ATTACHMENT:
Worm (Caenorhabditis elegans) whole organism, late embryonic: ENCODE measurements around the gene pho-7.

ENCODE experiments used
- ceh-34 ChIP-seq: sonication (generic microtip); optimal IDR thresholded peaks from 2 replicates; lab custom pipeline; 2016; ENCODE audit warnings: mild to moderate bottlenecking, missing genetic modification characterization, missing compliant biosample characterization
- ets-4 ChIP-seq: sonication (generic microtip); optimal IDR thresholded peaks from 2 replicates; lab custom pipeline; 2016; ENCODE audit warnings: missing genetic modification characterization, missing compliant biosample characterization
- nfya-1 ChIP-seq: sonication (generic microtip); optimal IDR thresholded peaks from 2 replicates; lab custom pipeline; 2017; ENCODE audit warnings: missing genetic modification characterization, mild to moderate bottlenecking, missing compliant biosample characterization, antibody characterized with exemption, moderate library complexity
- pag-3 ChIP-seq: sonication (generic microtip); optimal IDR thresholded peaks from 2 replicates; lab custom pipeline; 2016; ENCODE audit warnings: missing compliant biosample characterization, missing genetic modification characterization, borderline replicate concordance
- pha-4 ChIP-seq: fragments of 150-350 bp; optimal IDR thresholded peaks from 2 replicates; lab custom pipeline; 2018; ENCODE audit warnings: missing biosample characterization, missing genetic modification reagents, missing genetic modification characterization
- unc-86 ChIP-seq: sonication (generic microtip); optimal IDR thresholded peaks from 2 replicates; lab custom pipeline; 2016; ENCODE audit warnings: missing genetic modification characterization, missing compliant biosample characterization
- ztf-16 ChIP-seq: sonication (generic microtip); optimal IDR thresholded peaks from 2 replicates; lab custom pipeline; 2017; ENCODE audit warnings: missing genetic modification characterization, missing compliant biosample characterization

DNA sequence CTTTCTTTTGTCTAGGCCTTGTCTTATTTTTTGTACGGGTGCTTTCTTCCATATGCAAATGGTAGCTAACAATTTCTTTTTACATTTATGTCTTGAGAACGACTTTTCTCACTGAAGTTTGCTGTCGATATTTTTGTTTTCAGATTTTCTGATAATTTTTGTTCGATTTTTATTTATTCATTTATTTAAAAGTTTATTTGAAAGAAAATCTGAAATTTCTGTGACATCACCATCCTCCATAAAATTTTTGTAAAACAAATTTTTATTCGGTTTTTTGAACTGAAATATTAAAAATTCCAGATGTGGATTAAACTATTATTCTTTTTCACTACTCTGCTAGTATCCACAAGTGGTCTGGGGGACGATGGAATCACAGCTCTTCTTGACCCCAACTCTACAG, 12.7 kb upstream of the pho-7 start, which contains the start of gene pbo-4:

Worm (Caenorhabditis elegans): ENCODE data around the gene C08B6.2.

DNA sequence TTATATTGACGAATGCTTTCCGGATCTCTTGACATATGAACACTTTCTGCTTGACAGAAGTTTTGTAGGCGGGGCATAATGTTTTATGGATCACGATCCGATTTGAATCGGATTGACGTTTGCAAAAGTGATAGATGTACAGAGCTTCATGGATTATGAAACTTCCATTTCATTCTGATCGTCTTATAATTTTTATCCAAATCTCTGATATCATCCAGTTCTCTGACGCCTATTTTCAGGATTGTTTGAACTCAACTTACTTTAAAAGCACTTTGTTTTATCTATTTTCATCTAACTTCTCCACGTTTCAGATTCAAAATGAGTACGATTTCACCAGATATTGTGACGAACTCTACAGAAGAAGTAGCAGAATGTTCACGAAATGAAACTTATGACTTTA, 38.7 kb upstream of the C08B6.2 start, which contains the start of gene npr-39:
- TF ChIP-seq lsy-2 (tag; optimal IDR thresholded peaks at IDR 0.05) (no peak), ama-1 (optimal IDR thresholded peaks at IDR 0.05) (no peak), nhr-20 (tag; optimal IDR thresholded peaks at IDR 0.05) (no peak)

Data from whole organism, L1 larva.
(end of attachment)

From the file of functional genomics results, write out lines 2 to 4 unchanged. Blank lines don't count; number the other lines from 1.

ENCODE experiments used
- ceh-34 ChIP-seq: sonication (generic microtip); optimal IDR thresholded peaks from 2 replicates; lab custom pipeline; 2016; ENCODE audit warnings: mild to moderate bottlenecking, missing genetic modification characterization, missing compliant biosample characterization
- ets-4 ChIP-seq: sonication (generic microtip); optimal IDR thresholded peaks from 2 replicates; lab custom pipeline; 2016; ENCODE audit warnings: missing genetic modification characterization, missing compliant biosample characterization